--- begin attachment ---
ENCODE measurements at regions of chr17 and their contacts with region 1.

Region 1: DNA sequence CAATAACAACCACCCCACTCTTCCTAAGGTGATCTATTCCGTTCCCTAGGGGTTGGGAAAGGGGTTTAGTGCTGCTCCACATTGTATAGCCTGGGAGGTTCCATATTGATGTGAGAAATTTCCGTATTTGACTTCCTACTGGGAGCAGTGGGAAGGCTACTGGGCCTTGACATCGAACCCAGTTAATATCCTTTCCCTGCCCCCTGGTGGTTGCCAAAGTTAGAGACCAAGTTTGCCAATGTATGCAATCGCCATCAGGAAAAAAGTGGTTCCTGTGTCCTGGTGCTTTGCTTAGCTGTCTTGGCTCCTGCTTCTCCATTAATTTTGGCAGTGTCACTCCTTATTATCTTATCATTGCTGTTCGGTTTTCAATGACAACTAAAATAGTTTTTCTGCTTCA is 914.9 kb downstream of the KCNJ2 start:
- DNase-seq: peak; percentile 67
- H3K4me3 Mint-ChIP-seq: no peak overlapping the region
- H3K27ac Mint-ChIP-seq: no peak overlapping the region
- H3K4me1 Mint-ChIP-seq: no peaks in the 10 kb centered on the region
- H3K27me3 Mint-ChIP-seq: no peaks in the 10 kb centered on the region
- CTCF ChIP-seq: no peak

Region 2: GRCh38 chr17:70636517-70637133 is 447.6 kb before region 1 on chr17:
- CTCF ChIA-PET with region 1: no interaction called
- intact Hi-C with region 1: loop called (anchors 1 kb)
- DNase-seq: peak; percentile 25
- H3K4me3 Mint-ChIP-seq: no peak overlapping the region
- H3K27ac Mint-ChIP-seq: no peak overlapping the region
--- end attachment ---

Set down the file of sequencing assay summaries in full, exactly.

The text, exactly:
ENCODE measurements at regions of chr17 and their contacts with region 1.

Region 1: DNA sequence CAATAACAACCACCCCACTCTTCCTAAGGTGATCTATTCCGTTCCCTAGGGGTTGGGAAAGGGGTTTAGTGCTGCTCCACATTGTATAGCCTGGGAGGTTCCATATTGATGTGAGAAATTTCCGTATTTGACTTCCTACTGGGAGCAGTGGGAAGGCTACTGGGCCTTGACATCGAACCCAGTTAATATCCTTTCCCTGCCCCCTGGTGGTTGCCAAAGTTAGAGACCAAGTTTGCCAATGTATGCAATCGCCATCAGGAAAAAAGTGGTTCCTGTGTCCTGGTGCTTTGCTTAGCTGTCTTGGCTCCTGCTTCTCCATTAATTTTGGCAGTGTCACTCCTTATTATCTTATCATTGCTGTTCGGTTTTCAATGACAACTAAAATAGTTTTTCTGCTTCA is 914.9 kb downstream of the KCNJ2 start:
- DNase-seq: peak; percentile 67
- H3K4me3 Mint-ChIP-seq: no peak overlapping the region
- H3K27ac Mint-ChIP-seq: no peak overlapping the region
- H3K4me1 Mint-ChIP-seq: no peaks in the 10 kb centered on the region
- H3K27me3 Mint-ChIP-seq: no peaks in the 10 kb centered on the region
- CTCF ChIP-seq: no peak

Region 2: GRCh38 chr17:70636517-70637133 is 447.6 kb before region 1 on chr17:
- CTCF ChIA-PET with region 1: no interaction called
- intact Hi-C with region 1: loop called (anchors 1 kb)
- DNase-seq: peak; percentile 25
- H3K4me3 Mint-ChIP-seq: no peak overlapping the region
- H3K27ac Mint-ChIP-seq: no peak overlapping the region